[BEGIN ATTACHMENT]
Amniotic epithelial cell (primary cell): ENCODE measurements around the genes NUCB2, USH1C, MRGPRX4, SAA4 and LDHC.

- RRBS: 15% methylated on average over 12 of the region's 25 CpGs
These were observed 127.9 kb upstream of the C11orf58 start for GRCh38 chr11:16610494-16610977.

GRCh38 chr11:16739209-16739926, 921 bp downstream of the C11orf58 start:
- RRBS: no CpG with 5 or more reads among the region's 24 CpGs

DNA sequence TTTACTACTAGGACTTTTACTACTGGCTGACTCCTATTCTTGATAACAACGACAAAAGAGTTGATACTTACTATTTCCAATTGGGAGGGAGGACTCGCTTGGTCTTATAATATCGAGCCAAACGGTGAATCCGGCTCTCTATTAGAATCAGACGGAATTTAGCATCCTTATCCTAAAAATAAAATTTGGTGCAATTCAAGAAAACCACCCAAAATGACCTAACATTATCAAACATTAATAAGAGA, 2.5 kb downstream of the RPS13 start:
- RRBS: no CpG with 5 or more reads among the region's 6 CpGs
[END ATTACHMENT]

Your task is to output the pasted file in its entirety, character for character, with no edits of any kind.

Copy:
Amniotic epithelial cell (primary cell): ENCODE measurements around the genes NUCB2, USH1C, MRGPRX4, SAA4 and LDHC.

- RRBS: 15% methylated on average over 12 of the region's 25 CpGs
These were observed 127.9 kb upstream of the C11orf58 start for GRCh38 chr11:16610494-16610977.

GRCh38 chr11:16739209-16739926, 921 bp downstream of the C11orf58 start:
- RRBS: no CpG with 5 or more reads among the region's 24 CpGs

DNA sequence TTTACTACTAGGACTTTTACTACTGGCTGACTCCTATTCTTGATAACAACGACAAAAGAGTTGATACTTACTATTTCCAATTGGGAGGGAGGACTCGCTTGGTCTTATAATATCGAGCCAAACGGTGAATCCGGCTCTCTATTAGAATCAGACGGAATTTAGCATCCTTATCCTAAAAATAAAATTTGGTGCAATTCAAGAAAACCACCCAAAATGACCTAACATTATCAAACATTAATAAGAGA, 2.5 kb downstream of the RPS13 start:
- RRBS: no CpG with 5 or more reads among the region's 6 CpGs